i have to admit, the return of a certain unnameable television show tonight spurred this rant.
one word: sensationalism. there was a time and a place where this was mocked, where this was scoffed at as 'cheap entertainment.' drama is of course a very important element in any sort of fiction genre, but there comes a point when it is just ridiculously over the top. the abuse of it has always been around to some extent, but it's just gone off the deep end now.
there used to just be the dramatic event at the end of a large part in a book, spurring on the next section. now there is a cliff hanger at the end of every 3 page chapter. there used to be dramatic endings to an entire show, or perhaps a season. now every single show has a 'spellbinding' ending. beyond that, there is a question looming at every commercial break!
fiction is not the only culprit. we see it especially in 'reality tv,' specifically game shows. Who Wants to be a Millionaire really took it to a new level, with lowering the lights and dramatic music and the commercial break right before the answer is revealed. and everyone followed suit. deal or no deal, the moment of truth (a sad commentary in itself), etc. they all are ridiculous. they take 10 minutes worth of content and stretch it into an hour. lingering the extreme close-ups on their face. why do we accept this!?! and don't get me started on the new american gladiators. decked out in barely any clothing, the gladiators yell a grunt to say they are ready. people swim under fire. it is completely overdone--even more so than the 80s version! the 80s version! (ok early 90s, but it started in the 80s) yes, the 1980s, where hair was big and everything was overdone. we are worse! we don't need big hair. (oh and everyone gets injured on that show! what kind of gladiator gets injured and sits out events?).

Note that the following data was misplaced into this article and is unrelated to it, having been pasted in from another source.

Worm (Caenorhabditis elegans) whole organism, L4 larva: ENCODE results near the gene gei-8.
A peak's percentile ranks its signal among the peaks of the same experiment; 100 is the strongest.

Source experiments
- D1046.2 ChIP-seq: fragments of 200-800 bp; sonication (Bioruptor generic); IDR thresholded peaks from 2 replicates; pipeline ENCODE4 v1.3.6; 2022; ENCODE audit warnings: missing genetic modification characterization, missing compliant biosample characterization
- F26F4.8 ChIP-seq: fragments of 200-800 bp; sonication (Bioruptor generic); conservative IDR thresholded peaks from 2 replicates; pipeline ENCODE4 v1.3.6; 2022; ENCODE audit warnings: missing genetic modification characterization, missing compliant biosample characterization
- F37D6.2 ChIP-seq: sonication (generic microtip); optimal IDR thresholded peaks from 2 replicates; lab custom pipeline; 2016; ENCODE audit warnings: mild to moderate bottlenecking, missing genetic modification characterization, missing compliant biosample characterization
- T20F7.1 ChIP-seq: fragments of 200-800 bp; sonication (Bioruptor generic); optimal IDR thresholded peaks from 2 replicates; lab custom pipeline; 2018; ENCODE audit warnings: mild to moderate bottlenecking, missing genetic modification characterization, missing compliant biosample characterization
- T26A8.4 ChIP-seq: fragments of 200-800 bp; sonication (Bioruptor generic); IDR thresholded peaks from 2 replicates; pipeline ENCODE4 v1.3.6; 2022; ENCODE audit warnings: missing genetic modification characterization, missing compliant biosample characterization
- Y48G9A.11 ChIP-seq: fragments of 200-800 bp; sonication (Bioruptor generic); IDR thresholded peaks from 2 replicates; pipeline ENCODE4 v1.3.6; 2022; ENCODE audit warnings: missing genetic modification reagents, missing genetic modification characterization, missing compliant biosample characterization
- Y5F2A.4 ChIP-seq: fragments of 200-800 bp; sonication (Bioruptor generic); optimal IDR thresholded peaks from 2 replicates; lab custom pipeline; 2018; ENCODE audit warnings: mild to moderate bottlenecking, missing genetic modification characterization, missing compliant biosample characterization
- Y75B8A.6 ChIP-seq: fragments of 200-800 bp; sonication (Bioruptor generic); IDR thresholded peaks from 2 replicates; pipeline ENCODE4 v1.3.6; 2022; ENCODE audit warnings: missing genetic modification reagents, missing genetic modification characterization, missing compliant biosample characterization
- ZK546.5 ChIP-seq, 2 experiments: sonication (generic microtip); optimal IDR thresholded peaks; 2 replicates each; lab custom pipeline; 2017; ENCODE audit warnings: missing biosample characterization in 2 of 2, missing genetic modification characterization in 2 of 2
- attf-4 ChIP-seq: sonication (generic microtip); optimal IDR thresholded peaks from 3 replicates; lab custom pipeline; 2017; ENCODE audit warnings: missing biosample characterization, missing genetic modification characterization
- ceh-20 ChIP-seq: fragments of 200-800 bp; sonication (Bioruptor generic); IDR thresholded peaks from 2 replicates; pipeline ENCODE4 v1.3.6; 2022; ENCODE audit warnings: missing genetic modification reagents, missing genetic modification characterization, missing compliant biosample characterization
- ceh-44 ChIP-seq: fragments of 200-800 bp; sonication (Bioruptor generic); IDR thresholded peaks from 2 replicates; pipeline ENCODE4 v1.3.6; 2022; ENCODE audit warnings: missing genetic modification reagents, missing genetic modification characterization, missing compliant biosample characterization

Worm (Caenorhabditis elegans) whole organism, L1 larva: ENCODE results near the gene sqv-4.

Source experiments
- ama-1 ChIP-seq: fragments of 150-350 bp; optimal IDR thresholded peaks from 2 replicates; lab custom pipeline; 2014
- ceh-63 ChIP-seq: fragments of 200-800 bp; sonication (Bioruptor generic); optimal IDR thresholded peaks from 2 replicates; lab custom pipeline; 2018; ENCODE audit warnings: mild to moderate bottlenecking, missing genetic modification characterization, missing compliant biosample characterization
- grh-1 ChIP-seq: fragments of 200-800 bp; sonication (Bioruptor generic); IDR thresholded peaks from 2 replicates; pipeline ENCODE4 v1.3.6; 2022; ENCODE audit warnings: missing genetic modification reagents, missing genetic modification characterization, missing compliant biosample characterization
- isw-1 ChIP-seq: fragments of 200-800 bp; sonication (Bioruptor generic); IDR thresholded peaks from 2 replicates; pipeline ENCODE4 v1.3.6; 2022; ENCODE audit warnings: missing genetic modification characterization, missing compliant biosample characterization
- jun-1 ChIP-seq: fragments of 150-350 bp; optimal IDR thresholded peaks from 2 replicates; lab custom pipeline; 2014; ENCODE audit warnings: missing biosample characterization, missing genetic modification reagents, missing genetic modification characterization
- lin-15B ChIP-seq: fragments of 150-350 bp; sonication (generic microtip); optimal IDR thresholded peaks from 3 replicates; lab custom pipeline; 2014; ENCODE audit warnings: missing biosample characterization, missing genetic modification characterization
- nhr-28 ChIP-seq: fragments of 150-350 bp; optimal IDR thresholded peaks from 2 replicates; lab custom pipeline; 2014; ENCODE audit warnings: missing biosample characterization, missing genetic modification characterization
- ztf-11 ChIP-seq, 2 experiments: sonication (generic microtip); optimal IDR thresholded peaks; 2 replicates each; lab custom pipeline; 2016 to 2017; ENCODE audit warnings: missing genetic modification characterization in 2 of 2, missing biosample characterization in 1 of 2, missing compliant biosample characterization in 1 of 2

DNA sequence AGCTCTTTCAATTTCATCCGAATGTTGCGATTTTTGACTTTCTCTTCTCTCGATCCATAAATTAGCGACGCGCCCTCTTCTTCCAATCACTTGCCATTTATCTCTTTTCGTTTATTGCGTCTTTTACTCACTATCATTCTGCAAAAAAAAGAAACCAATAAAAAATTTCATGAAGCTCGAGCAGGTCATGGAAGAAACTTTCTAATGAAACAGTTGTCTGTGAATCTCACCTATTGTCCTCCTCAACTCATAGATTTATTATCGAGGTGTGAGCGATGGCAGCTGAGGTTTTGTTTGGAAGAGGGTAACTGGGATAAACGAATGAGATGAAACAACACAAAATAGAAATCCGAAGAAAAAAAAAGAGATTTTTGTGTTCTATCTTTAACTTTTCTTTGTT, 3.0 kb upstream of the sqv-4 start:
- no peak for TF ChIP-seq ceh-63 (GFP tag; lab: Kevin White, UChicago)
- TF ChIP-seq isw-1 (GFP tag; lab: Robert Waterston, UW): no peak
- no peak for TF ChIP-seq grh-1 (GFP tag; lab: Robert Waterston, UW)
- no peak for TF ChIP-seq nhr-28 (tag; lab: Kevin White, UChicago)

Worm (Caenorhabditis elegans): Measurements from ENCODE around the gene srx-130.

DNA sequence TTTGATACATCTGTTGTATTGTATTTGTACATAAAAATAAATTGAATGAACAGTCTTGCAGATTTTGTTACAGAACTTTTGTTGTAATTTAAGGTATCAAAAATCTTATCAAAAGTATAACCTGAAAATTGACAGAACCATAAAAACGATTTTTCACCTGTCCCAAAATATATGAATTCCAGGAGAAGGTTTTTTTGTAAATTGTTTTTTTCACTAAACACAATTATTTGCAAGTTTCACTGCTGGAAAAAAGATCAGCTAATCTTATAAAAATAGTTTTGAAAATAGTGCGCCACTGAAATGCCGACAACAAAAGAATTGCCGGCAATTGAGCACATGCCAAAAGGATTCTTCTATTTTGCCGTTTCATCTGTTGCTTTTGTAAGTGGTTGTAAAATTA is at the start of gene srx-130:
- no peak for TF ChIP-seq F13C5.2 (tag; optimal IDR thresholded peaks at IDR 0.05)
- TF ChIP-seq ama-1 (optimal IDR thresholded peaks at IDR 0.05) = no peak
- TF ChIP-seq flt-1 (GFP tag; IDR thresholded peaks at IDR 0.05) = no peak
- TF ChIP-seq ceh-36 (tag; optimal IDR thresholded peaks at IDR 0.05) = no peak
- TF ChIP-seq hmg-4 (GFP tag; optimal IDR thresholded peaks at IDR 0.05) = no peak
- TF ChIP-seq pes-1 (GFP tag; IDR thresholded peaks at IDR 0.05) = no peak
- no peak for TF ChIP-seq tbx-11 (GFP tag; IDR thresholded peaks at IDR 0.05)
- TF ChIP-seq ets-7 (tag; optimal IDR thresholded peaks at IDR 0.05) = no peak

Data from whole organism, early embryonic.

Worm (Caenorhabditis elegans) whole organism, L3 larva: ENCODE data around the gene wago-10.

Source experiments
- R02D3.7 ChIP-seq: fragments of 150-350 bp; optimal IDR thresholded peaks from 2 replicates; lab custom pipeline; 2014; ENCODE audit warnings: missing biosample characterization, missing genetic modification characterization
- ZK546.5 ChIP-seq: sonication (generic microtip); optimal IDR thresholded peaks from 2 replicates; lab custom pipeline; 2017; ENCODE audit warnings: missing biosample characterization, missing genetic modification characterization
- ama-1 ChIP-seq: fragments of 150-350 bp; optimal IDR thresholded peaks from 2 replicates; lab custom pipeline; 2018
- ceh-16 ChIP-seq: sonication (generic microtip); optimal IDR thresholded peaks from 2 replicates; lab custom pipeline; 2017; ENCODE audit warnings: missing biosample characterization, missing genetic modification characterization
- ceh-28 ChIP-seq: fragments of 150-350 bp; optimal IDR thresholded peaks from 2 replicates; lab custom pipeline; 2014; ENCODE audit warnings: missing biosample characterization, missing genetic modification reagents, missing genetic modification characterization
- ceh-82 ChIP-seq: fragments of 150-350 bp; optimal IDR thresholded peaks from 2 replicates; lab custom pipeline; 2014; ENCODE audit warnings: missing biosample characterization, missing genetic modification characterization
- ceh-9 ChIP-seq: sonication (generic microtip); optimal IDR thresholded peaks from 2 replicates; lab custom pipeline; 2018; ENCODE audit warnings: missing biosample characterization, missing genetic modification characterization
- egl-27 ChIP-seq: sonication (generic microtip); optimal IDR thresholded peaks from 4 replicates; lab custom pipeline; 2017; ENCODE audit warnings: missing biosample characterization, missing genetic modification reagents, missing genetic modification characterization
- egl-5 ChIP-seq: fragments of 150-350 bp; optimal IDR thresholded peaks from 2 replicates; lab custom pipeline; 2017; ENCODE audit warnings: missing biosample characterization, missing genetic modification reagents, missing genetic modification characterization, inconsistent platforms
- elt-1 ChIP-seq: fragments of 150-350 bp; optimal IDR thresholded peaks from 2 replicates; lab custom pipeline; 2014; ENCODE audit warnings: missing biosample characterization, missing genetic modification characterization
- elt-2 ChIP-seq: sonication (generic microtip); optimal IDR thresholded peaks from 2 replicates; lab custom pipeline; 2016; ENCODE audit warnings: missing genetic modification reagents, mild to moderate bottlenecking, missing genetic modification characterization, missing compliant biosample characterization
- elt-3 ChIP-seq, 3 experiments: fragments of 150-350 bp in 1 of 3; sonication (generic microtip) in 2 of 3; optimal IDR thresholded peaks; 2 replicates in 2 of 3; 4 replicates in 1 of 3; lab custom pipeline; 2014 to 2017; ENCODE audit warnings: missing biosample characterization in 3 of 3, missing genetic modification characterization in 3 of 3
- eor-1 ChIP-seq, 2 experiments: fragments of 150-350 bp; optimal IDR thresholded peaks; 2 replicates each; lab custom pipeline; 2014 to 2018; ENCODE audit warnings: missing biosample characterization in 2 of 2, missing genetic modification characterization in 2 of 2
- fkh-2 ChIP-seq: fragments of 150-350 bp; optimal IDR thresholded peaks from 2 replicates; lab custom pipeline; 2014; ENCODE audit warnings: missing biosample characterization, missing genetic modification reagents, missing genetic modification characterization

you know what it is? it creates a guise over terrible plots and bad acting, and all we care about is "what's going to happen next???". we become addicted simply because it's a cheap feeling of excitement in our otherwise uneventful lives. ok that's a bit harsh--but it is living vicariously. at best we become attached to the characters because they have some sort of development or endearing quality (usually brought on by the actor, not the plot). but they're not real! really the only 'real' thing we can take is a greater meaning within the stories. but we don't even care about the deeper values or ideas put forth--if there even are any.
i am guilty too. yes, i watched every episode of the OC. what? seth was funny. yes, i know i'm a hypocrite. speaking of deeper values. i have since mourned the loss of several weeks of my life i will never get back.
sometimes i begrudge the approval of subtlety in fiction, but i do see why it is really necessary. and my point of consolation is that movies seem to still do the majority of their 'drama' genre pretty well. and of course there's always good fiction out there--but contemporary fiction has its own issues.
so, if any of you screen writers on strike out there happen upon this post, i know that america eats up the crappy drama--but for pity's sake, use this free time to write something decent. and of course i don't blame you entirely, i know much is the director and producers. oh hollywood, how distinctly american. it's times like this i wonder if i live in the wrong country.
and those of you out there who watch these shows, time for some soul-searching. why do you watch? i mean really, for real, why?